The US death toll in the coronavirus pandemic passed 600,000 on Tuesday. As it did so, a former White House Covid adviser, Andy Slavitt, was under fire from the right for saying Americans could have avoided such severe losses if they had been prepared to “sacrifice a little bit for one another”.
Throughout the pandemic, Republicans have been less likely to wear masks and observe other public health measures meant to mitigate virus transmission. Donald Trump eschewed social distancing guidelines to hold rallies or events. His supporters are now more likely to say they will “definitely not” get vaccinated than Democrats or independents.
“We would have had a pandemic here in the US no matter what, but we can count the mistakes,” he said. “We obviously had a set of technical mistakes with the testing and the PPE that we know about.”
He added: “We all need to look at one another, and ask ourselves what do we need to do better next time, and in many respects being able to to sacrifice a little bit for one another to get through this and save more lives … I think that’s something we could have all done a little better on.”
Most counts on Tuesday put the US past 600,000 deaths – the widely trusted and cited count by Johns Hopkins University passed the milestone at lunchtime. Cases are down but the US still has among the worst death rates per capita, eclipsed only by Peru, Brazil, Argentina and Colombia, according to the Johns Hopkins Coronavirus Resource Center. Those nations had later access to Covid-19 vaccines and have vaccinated fewer people.
Slavitt is promoting a book, Preventable: The Inside Story of How Leadership Failures, Politics and Selfishness Doomed the US Coronavirus Response.
Critics on the right argued that Americans had sacrificed enough.
“The government screwed up testing, slow-rolled vaccine approval, discouraged masks in the early days, told people to wash their groceries and closed parks and beaches,” said an editor of the libertarian magazine Reason on Twitter, referring to the early days of the pandemic under the Trump administration, in spring 2020. “But [according to Slavitt] it is you, the citizen, who did it wrong.”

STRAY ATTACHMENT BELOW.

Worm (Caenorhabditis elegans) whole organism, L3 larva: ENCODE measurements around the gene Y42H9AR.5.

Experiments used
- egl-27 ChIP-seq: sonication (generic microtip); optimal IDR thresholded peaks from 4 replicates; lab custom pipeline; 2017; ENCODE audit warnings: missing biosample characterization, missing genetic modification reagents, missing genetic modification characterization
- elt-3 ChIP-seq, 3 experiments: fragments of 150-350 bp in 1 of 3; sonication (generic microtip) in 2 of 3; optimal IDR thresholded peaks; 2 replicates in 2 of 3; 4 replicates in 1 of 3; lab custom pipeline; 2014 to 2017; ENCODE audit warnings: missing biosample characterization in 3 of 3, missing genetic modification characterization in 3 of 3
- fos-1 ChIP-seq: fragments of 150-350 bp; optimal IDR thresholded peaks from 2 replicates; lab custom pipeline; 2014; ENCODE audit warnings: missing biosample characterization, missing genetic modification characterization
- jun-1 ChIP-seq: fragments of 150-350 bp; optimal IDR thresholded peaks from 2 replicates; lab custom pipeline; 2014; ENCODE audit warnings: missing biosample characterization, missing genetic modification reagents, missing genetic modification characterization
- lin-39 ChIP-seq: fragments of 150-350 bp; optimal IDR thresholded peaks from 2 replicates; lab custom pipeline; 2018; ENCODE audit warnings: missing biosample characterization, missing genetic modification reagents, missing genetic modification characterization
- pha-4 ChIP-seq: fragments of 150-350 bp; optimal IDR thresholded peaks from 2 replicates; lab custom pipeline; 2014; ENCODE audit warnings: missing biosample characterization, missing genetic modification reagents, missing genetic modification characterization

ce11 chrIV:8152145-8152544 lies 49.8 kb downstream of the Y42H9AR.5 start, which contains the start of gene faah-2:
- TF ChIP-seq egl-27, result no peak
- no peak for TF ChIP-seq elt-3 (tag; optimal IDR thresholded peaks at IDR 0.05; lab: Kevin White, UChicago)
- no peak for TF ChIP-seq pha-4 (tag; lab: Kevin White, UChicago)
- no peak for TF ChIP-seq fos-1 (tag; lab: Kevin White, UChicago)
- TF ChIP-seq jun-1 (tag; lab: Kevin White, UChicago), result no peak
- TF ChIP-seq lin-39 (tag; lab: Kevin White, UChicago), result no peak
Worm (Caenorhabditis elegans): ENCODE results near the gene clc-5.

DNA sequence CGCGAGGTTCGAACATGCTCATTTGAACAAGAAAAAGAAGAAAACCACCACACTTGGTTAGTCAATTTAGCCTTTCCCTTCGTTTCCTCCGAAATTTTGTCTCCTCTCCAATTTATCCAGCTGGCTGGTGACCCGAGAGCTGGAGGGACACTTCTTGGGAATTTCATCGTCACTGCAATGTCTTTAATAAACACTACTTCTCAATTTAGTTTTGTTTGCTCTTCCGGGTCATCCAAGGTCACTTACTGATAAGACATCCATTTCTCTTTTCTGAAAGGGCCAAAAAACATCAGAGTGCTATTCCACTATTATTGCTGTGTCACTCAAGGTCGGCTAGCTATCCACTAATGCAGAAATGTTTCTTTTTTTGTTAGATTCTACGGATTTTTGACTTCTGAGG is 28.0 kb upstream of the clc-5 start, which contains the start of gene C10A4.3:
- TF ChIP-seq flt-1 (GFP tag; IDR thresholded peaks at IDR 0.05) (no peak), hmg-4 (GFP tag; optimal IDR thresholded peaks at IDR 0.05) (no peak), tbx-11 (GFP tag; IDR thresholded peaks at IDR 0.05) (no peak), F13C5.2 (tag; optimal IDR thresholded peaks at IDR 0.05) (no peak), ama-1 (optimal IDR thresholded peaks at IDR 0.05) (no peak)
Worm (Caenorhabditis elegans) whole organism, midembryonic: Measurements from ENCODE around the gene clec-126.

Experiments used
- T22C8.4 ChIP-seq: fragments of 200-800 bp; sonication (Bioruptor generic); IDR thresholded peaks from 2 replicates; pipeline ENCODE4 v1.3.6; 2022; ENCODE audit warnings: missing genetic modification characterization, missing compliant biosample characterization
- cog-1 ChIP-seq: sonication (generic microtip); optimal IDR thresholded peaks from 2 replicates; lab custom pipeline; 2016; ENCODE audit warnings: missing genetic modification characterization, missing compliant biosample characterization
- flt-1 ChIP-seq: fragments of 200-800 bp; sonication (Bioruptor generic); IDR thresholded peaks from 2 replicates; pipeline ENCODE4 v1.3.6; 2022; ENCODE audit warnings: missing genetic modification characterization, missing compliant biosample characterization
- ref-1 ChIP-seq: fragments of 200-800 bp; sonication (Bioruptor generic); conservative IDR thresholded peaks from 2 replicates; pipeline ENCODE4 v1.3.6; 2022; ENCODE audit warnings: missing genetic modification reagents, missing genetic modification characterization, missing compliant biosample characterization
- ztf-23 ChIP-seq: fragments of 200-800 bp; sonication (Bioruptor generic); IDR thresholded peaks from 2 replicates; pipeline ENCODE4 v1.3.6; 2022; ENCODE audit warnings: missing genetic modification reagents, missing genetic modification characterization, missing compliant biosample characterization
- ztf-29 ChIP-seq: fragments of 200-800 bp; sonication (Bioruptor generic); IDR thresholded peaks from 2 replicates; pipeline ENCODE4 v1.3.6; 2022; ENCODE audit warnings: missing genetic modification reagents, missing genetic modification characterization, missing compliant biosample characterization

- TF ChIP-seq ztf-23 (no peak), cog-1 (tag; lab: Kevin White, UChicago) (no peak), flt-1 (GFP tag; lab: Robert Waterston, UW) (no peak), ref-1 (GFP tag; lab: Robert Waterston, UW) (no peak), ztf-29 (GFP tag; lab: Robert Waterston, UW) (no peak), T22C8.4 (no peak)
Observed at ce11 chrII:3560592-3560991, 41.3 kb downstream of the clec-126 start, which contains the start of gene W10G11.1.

Public health leaders including Jennifer Nuzzo, an epidemiologist at Johns Hopkins Center for Health Security, defended Slavitt, saying criticism “does not reflect what we know about who has been at greatest risk of infection”.
On Tuesday, Slavitt spoke to CNN.
“We as a country could have put the lives of people higher on the list versus our own individual liberties,” he said.
“We as a country decided that we were going to get many, many more people exposed without pay, without healthcare insurance, without support. And so we decided that the creature comforts – keeping the meatpacking plants open when they were unsafe – were more important than making sure we protected each other.”
Although the US had several lockdowns, most were far less severe than in other countries, leading to increased spread of Covid-19. The issue quickly became political. Michigan, for example, saw sustained anti-lockdown sentiment and also suffered some of the worst outbreaks in the pandemic. Experts have argued that the US still does not have enough testing to tamp down future outbreaks.
Just over half of the US population has received one dose of a Covid-19 vaccine, with vaccination rates inching upward. But vaccination rates in Republican- and Democratic-leaning states have diverged.
States across the south and west, most likely to be led by Republicans, have the lowest vaccination rates. Mississippi, Alabama, Arkansas, Wyoming, Louisiana and Tennessee all have less than 35% of their populations fully vaccinated.
The predominantly Democratic north-east is leading in vaccination rates, with Vermont, Maine, Massachusetts, Connecticut, Rhode Island and New Hampshire all having more than 50% fully vaccinated.
Republicans, rural residents and white evangelical Christians are most likely to say they will “definitely not” get vaccinated. All three groups are disproportionately likely to identify as Republican and support Trump.
On CNN on Tuesday, Slavitt was asked about the danger of Covid variants.
“If you’re vaccinated,” he said, “… the vaccines are proving to be quite effective even against the Delta variant, so you’ve very little to worry about. If you’re not vaccinated, the Delta variant will spread in your community more quickly. It will take less exposure to get Covid-19.”
Slavitt also warned: “If you have more than roughly half the population vaccinated, it’s not as if half the people you know are vaccinated and half aren’t. Either just about everybody you know is vaccinated or everybody you know isn’t.”
New outbreaks would probably not have “quite the wildfire spread as we saw in 2020”, he said. “But they’re still going to impact [less vaccinated] communities pretty strongly.”